Friday September the 28th was a great day for  Pecos-Barstow-Toyah ISD, the Town of Pecos City, Monahans, and the Nation. Yes, it  is true that the Eagles won the contest in one of the most exciting games  I have ever had the fortune to watch. But that is not the reason for my  pride. Yes, both teams played with dignity, pride and valor. But that is not  the hallmark of the day that I will forever remember.

Much has been said about the human condition since September 11, 2001. The moments and days following the tragic events of that day have been called our "defining moment". A Sunday morning news program even opined that September the 11th is defining a generation. The reporter interviewed a group of 20 somethings that had been living a life of hedonistic humanism. They had been pursuing the "American Dream". After the 11th they said they were forever changed and now realized that relationships and life were more important than material things. One young Wall Streeter said that he had been living with his fiancé for seven years and decided that it was time to make a commitment. What a knot-head! But this is not what gives me hope.

Surely I am not the only one who noticed. Surely there were many who "mounted up as on the wings of Eagles" and wept with great Joy. Following the obligatory and "politically correct" moment of silence and the playing of the National Anthem there was an act of defiance and unfettered purity. It was an unbelievable moment of honesty and integrity given to those with the wisdom to see and the heart to feel. It was a gift from God to let us know that He is still in control. The gift was given to us through the young men on the field as if God was saying "the laws of this Nation that was built upon My foundation cannot keep Me from My people."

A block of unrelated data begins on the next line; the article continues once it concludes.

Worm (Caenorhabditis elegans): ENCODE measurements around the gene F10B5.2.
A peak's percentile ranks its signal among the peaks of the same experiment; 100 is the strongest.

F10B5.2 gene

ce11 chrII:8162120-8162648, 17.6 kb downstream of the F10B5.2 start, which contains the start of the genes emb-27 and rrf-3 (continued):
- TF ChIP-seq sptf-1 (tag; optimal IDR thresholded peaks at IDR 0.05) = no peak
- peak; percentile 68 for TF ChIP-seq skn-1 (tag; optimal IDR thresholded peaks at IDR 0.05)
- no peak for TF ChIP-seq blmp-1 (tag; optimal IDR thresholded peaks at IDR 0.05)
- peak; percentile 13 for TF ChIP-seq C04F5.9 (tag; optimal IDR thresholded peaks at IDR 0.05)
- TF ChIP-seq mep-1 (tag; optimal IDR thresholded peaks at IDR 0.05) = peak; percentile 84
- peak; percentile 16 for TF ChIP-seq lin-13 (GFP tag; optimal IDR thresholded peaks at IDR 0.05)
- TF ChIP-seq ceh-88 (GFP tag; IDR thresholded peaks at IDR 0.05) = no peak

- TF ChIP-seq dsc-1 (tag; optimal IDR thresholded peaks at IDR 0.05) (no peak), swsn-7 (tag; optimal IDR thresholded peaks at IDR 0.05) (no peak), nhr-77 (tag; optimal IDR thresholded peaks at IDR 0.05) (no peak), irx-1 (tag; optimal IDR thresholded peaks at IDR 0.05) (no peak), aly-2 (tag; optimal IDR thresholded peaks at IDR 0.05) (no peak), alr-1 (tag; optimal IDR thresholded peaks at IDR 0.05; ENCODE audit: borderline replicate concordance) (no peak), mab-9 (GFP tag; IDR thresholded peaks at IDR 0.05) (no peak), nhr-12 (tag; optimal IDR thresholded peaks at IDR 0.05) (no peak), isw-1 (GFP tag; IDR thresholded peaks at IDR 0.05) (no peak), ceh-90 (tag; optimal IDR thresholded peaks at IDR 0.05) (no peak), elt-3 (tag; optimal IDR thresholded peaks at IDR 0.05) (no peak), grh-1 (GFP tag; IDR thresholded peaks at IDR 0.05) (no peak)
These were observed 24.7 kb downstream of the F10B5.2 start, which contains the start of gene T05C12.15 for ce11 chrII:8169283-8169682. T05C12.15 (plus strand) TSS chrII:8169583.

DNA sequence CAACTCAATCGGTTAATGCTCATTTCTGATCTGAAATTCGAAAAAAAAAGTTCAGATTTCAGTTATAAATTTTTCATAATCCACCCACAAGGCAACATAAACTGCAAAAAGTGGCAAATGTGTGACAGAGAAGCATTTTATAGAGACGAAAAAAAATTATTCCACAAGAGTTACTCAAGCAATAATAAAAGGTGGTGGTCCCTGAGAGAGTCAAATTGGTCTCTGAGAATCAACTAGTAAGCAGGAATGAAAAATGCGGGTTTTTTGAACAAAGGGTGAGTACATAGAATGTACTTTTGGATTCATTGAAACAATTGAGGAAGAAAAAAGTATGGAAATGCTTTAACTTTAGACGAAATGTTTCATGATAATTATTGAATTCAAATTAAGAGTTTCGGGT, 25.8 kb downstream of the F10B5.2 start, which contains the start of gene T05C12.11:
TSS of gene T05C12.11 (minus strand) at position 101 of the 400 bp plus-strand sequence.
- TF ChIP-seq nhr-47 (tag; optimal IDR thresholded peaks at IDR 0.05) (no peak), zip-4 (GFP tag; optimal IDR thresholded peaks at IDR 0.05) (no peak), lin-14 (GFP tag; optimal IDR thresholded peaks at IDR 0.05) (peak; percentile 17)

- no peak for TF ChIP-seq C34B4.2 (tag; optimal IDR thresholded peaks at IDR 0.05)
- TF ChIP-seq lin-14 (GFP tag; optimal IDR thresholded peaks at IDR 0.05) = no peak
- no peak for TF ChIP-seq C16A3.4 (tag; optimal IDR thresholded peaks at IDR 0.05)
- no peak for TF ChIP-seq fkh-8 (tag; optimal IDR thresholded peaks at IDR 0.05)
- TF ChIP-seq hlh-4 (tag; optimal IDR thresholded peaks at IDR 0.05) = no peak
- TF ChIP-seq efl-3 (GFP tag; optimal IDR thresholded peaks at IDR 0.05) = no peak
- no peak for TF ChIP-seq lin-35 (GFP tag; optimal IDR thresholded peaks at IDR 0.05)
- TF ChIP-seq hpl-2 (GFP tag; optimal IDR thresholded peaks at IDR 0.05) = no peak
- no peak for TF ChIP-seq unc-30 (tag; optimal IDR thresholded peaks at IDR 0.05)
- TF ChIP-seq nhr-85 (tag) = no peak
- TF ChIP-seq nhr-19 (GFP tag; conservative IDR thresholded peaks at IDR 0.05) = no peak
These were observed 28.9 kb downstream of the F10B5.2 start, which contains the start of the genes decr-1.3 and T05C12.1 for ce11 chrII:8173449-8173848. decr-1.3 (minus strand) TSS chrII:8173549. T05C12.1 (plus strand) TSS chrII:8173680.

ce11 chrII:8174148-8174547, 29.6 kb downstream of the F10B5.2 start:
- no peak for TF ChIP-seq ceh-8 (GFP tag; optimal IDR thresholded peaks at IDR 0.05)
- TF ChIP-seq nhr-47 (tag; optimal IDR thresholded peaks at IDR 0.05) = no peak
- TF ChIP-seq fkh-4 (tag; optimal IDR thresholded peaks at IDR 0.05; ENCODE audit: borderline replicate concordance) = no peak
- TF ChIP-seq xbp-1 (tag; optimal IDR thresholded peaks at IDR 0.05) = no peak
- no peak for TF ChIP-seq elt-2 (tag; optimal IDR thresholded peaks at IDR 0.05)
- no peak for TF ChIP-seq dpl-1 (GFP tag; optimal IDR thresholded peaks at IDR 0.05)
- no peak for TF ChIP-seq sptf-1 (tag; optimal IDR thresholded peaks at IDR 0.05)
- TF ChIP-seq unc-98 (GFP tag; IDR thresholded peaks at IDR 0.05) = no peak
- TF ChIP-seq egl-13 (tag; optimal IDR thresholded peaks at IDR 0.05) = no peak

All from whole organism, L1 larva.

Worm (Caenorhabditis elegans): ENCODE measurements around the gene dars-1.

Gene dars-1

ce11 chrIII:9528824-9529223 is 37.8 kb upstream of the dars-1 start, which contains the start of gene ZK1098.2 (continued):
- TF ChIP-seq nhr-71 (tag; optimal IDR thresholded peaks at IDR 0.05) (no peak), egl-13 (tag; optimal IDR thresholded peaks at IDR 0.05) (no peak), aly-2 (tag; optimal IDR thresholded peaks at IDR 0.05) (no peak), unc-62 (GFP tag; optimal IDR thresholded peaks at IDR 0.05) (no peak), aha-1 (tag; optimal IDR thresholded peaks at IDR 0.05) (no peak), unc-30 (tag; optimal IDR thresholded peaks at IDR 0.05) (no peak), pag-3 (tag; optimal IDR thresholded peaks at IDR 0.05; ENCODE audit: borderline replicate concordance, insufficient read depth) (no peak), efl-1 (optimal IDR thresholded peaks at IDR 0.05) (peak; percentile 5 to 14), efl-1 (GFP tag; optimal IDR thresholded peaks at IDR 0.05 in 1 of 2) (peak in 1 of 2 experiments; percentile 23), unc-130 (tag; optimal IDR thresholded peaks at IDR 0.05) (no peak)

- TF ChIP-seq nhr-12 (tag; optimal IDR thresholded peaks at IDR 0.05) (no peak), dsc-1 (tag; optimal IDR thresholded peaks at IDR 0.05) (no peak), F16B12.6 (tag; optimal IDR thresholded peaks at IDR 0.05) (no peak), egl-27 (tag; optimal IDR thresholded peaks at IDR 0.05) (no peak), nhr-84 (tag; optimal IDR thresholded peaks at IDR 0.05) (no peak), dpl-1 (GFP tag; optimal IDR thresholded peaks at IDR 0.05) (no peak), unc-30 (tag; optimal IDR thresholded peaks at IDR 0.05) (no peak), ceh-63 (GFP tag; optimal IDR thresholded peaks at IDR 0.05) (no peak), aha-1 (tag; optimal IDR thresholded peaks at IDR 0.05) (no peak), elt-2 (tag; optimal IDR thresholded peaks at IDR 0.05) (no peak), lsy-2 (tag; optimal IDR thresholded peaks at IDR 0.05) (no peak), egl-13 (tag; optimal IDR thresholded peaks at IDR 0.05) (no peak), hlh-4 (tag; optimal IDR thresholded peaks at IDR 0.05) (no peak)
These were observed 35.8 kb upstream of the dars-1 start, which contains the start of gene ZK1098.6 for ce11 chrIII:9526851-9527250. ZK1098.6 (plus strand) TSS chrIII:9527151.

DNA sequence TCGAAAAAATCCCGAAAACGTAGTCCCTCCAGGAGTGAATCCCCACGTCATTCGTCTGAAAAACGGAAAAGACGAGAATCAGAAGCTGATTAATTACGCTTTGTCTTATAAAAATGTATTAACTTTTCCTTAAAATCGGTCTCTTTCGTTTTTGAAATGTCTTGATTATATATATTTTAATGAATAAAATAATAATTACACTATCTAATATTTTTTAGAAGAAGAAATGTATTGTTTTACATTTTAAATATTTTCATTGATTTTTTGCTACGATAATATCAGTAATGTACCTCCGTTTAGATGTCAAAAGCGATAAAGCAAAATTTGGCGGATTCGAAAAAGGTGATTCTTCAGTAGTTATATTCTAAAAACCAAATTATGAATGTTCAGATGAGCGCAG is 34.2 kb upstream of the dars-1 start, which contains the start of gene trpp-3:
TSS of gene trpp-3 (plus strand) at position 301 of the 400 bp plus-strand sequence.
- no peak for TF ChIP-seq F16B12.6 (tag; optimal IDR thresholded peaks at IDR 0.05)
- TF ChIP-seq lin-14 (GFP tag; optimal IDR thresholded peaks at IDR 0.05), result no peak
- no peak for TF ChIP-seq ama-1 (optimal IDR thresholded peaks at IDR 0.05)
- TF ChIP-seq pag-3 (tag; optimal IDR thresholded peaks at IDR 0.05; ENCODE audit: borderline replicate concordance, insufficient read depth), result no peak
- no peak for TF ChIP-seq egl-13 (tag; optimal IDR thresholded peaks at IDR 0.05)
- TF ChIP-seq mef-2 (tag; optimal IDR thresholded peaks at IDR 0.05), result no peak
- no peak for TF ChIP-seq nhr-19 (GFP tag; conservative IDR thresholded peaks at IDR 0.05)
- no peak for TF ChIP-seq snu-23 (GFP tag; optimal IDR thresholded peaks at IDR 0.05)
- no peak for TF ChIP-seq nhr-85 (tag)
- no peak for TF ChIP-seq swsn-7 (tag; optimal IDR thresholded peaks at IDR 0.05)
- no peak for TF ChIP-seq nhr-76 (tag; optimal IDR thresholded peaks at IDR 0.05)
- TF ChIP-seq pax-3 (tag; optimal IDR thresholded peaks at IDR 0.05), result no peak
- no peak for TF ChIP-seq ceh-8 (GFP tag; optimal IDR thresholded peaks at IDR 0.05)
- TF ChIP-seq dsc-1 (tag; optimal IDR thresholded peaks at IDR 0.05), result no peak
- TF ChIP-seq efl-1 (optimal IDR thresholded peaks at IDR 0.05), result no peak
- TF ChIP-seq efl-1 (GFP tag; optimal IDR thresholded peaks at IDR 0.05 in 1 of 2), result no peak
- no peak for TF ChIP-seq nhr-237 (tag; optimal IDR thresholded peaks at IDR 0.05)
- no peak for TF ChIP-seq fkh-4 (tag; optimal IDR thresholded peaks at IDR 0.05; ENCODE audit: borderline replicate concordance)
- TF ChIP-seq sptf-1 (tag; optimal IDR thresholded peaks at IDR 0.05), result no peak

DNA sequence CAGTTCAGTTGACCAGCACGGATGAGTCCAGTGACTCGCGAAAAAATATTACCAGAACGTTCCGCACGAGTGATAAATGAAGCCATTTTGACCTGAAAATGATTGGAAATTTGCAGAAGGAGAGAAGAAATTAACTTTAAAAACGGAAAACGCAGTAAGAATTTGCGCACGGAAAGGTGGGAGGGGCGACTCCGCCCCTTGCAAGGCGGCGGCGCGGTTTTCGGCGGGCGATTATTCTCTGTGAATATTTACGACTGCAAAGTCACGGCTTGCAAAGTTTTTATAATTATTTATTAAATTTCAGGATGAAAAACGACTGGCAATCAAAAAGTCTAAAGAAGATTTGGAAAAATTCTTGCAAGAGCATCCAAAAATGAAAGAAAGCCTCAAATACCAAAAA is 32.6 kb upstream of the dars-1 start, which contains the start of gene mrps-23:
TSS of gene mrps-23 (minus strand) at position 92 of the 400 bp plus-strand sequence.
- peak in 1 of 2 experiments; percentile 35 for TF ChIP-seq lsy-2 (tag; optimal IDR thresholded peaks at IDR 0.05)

The Eagles met the Loboes at the center of the field of honor. Both teams removed their helmets, embraced and shook hands. They then spontaneously dropped to their knees and prayed. Young men of faith, of diverse denominations, maybe some who had not made a commitment to Christ, maybe some who will never know the Joy of a personal relationship with Christ, all joined together to say this is what we want to do and it is the right thing to do.

They say Church attendance is up significantly since September the 11 th. They say that people are searching for answers, direction and meaning in their lives. Some say God has removed his covering from this Nation. Jesus said "deny Me before man and I will deny you before My Father." There is a group of young men that have proclaimed before us that there is hope. Oh that I would have such faith and courage. Thank you Loboes and Eagles.

What is man that You are mindful of him, and the Son of Man that You visit Him? Psalm 8:4


Guest Column

Where we go from here

Over the past few days, America has mourned the senseless loss  of lives in New York and Washington, D.C. Now we must begin to brace  for the future and prepare against any new threats to our liberties.  Terrorists may have attacked our buildings and destroyed our property, but  they cannot extinguish the ingenuity and spirit that built our nation. As  a nation, we face two important challenges. First, we must secure  our people against further attacks and terrorist threats. Second, we  must rebuild and strengthen our economy, unleashing the entrepreneurship  and creativity that generated the prosperity we enjoy today.